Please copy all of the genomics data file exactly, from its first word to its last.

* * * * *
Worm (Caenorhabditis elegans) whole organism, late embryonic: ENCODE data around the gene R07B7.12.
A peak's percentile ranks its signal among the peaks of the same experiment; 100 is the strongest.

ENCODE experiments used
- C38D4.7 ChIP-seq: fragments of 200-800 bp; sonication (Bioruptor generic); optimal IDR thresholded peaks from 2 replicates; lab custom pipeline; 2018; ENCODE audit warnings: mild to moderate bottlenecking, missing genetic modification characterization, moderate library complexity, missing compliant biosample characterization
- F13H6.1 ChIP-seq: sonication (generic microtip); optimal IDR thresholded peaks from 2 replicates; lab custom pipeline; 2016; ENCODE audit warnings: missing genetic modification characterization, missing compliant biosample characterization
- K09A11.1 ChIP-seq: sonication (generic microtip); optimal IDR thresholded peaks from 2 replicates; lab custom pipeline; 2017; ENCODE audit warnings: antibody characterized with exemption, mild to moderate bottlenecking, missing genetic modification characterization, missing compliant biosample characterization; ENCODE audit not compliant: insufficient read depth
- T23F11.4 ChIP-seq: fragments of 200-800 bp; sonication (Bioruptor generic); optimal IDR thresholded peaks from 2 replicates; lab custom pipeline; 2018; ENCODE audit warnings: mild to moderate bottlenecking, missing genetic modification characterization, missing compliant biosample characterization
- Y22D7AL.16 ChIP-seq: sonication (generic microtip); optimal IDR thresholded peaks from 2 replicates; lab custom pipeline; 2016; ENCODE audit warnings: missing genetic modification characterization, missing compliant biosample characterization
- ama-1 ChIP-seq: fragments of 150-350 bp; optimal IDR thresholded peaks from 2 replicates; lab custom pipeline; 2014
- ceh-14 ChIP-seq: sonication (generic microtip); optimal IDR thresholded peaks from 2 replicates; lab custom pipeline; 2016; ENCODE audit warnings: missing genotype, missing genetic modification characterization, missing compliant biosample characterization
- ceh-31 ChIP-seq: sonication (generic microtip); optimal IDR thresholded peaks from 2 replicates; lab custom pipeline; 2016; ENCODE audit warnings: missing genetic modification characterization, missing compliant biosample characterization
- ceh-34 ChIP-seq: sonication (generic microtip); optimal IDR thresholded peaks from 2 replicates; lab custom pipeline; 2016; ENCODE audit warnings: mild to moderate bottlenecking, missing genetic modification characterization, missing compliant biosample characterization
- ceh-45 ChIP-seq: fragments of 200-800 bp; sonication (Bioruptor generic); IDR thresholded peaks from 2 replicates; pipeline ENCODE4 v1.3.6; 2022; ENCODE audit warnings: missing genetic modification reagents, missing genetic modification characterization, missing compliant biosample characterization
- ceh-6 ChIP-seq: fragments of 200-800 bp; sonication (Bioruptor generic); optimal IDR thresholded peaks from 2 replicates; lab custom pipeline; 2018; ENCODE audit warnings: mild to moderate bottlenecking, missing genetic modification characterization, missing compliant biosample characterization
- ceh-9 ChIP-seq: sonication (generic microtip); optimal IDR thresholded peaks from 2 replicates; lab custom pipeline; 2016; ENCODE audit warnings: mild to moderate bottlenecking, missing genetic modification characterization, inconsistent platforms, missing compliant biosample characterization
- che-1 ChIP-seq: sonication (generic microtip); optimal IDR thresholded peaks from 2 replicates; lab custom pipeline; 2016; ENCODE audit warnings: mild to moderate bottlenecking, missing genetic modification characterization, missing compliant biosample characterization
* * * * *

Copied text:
Worm (Caenorhabditis elegans) whole organism, late embryonic: ENCODE data around the gene R07B7.12.
A peak's percentile ranks its signal among the peaks of the same experiment; 100 is the strongest.

ENCODE experiments used
- C38D4.7 ChIP-seq: fragments of 200-800 bp; sonication (Bioruptor generic); optimal IDR thresholded peaks from 2 replicates; lab custom pipeline; 2018; ENCODE audit warnings: mild to moderate bottlenecking, missing genetic modification characterization, moderate library complexity, missing compliant biosample characterization
- F13H6.1 ChIP-seq: sonication (generic microtip); optimal IDR thresholded peaks from 2 replicates; lab custom pipeline; 2016; ENCODE audit warnings: missing genetic modification characterization, missing compliant biosample characterization
- K09A11.1 ChIP-seq: sonication (generic microtip); optimal IDR thresholded peaks from 2 replicates; lab custom pipeline; 2017; ENCODE audit warnings: antibody characterized with exemption, mild to moderate bottlenecking, missing genetic modification characterization, missing compliant biosample characterization; ENCODE audit not compliant: insufficient read depth
- T23F11.4 ChIP-seq: fragments of 200-800 bp; sonication (Bioruptor generic); optimal IDR thresholded peaks from 2 replicates; lab custom pipeline; 2018; ENCODE audit warnings: mild to moderate bottlenecking, missing genetic modification characterization, missing compliant biosample characterization
- Y22D7AL.16 ChIP-seq: sonication (generic microtip); optimal IDR thresholded peaks from 2 replicates; lab custom pipeline; 2016; ENCODE audit warnings: missing genetic modification characterization, missing compliant biosample characterization
- ama-1 ChIP-seq: fragments of 150-350 bp; optimal IDR thresholded peaks from 2 replicates; lab custom pipeline; 2014
- ceh-14 ChIP-seq: sonication (generic microtip); optimal IDR thresholded peaks from 2 replicates; lab custom pipeline; 2016; ENCODE audit warnings: missing genotype, missing genetic modification characterization, missing compliant biosample characterization
- ceh-31 ChIP-seq: sonication (generic microtip); optimal IDR thresholded peaks from 2 replicates; lab custom pipeline; 2016; ENCODE audit warnings: missing genetic modification characterization, missing compliant biosample characterization
- ceh-34 ChIP-seq: sonication (generic microtip); optimal IDR thresholded peaks from 2 replicates; lab custom pipeline; 2016; ENCODE audit warnings: mild to moderate bottlenecking, missing genetic modification characterization, missing compliant biosample characterization
- ceh-45 ChIP-seq: fragments of 200-800 bp; sonication (Bioruptor generic); IDR thresholded peaks from 2 replicates; pipeline ENCODE4 v1.3.6; 2022; ENCODE audit warnings: missing genetic modification reagents, missing genetic modification characterization, missing compliant biosample characterization
- ceh-6 ChIP-seq: fragments of 200-800 bp; sonication (Bioruptor generic); optimal IDR thresholded peaks from 2 replicates; lab custom pipeline; 2018; ENCODE audit warnings: mild to moderate bottlenecking, missing genetic modification characterization, missing compliant biosample characterization
- ceh-9 ChIP-seq: sonication (generic microtip); optimal IDR thresholded peaks from 2 replicates; lab custom pipeline; 2016; ENCODE audit warnings: mild to moderate bottlenecking, missing genetic modification characterization, inconsistent platforms, missing compliant biosample characterization
- che-1 ChIP-seq: sonication (generic microtip); optimal IDR thresholded peaks from 2 replicates; lab custom pipeline; 2016; ENCODE audit warnings: mild to moderate bottlenecking, missing genetic modification characterization, missing compliant biosample characterization